What can trigger a relapse?
- The loss of a loved one
- Lay offs and unemployment
- Chronic illness or serious accident
All these are significant life events that can strike anyone, but when they happen to someone in recovery from drug and alcohol addiction, they can trigger a relapse that can be just as devastating as the traumatic event itself. Learning how to cope when unavoidable incidents arise can be the only thing standing between you and a return to active addiction. Getting over a relapse can take time, so think it through and plan what to do in a crisis. Need some ideas?
5 ways to avoid relapse in a crisis
Here are five things you can do avoid relapsing in the event of a crisis in your life:
1. Amp up your recovery efforts
Vent all of your anger and frustration or grief in therapy. Support groups and your personal psychotherapy sessions are the perfect places to talk about these stressors. No matter what form in which it arrives, a stressor is a threat to your ability to maintain sobriety if you don’t process it in a healthy manner. If you don’t have enough therapy sessions in a week to really work through it, add more.
2. Call on your friends and family around the clock
Ask people who you can trust and who you know support your recovery, and understand how difficult it can be, if you can call them any time, absolutely any time, when you are struggling and feeling like you might relapse. Then do it. Reach out and touch as often as you need, especially when the urge to drink or use arises.
3. Take a 10-minute break
If you are about to call your connection or buy a drink, stop. Freeze in your tracks. Take a deep breath and look at the clock. Promise yourself 10 minutes of sobriety, then take those 10 minutes to breathe deeply, meditate, do yoga, turn on a TV show that makes you laugh, or call a friend, anything that will help you push the “reset” button and get back on track.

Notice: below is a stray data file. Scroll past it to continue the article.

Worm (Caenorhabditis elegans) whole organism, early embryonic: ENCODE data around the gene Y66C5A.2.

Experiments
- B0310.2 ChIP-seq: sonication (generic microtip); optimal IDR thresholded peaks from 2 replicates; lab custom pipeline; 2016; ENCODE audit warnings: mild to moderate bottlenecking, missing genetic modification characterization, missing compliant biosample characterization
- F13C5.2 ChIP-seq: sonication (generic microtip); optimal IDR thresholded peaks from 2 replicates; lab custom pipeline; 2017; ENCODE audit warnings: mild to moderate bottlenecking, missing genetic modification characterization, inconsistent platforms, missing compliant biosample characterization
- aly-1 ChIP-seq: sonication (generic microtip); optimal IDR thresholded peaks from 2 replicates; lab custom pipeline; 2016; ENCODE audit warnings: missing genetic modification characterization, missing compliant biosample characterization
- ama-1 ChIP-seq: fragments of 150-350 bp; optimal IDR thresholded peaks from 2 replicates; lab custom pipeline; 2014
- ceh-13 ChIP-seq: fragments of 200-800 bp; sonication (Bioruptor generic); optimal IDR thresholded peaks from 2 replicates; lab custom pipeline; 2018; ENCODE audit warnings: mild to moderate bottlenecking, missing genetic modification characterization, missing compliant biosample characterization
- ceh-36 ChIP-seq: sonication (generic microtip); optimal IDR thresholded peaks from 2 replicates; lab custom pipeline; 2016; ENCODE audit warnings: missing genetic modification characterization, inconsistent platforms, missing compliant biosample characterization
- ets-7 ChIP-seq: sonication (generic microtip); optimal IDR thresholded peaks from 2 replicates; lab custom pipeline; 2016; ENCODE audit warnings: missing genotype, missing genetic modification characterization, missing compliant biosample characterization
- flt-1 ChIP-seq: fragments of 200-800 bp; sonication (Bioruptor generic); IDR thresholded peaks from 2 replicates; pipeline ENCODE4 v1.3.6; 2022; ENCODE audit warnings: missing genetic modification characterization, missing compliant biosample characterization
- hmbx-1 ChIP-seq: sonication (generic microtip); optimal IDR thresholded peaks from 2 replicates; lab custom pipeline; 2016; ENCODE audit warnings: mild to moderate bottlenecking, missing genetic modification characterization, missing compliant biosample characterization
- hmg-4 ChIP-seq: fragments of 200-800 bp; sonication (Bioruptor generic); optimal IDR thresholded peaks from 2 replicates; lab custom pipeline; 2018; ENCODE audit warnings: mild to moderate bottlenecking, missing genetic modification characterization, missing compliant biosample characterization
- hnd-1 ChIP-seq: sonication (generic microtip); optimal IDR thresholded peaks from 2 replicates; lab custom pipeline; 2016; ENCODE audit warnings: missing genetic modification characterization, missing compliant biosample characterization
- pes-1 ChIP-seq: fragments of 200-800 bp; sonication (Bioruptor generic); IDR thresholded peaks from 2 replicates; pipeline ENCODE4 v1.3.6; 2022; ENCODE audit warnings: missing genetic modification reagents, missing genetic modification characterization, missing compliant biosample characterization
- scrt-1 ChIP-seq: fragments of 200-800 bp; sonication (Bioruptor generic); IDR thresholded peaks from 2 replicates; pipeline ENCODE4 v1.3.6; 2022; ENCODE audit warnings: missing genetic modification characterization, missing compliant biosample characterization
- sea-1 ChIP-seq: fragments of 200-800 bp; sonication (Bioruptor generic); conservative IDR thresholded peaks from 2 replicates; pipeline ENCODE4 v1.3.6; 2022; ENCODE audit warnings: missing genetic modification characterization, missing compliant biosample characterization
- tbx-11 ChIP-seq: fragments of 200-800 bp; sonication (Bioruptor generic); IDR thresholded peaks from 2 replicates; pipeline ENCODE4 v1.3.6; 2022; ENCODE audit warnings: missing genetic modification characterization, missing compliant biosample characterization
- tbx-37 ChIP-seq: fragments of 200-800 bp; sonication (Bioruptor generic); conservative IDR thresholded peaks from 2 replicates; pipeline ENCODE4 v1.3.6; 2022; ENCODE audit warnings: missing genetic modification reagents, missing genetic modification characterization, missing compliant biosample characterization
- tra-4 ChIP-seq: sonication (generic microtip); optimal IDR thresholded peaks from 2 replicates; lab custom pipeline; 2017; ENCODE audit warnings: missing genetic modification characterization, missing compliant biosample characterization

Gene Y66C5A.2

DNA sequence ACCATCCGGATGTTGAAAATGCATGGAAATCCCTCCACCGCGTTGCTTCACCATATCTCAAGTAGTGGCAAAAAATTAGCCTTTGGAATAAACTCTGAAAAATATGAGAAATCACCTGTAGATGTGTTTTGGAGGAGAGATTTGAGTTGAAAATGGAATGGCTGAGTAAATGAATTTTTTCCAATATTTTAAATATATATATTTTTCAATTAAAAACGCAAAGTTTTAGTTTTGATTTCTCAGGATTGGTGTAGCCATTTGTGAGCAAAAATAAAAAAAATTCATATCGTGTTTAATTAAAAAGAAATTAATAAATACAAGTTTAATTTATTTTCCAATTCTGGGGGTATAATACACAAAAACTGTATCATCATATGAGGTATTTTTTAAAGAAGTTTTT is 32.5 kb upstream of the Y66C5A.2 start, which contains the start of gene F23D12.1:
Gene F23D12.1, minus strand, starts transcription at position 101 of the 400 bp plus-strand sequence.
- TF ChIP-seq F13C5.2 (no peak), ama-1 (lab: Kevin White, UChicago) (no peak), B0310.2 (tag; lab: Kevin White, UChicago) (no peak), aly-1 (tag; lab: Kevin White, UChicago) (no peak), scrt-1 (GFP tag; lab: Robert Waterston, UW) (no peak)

4. Focus on what you can change
In a true crisis, there are certain elements of the situation that are beyond your control, and while that can be a very difficult thing to handle emotionally, it can sometimes help to focus first on the things you can control. For example, you may not be able to save your marriage from divorce, but rather than feeling immobilized by your pain, you can focus on the tangible things you need to do next in order to get a step closer to putting the experience in the past.
It can be something simple, shopping for groceries, making a to do list for the following day, or walking the dog, but it should be something that helps you to move forward. When you’re done, move on to the next thing and then the next. And recite the Serenity prayer constantly if need be: “Grant me the serenity to accept the things I cannot change”.
5. Consider what you are grateful for
It can help to write it out in black and white, a full list of all the things that you are grateful for, the blessings that you may take for granted everyday. Don’t overlook things like your health or the health of your loved ones, a great pet, a good job, or a roof over your head. Even focusing on little things like a thriving garden, a car that’s working well, or a great cup of coffee can help to take your mind of the tough stuff that is causing you to feel unstable in recovery.
Other ideas for avoiding relapse
What are your “go to” moves when you feel like you want to drink or get high? Leave a comment about what has or hasn’t worked for you. Because having to start over after a relapse does not get any easier.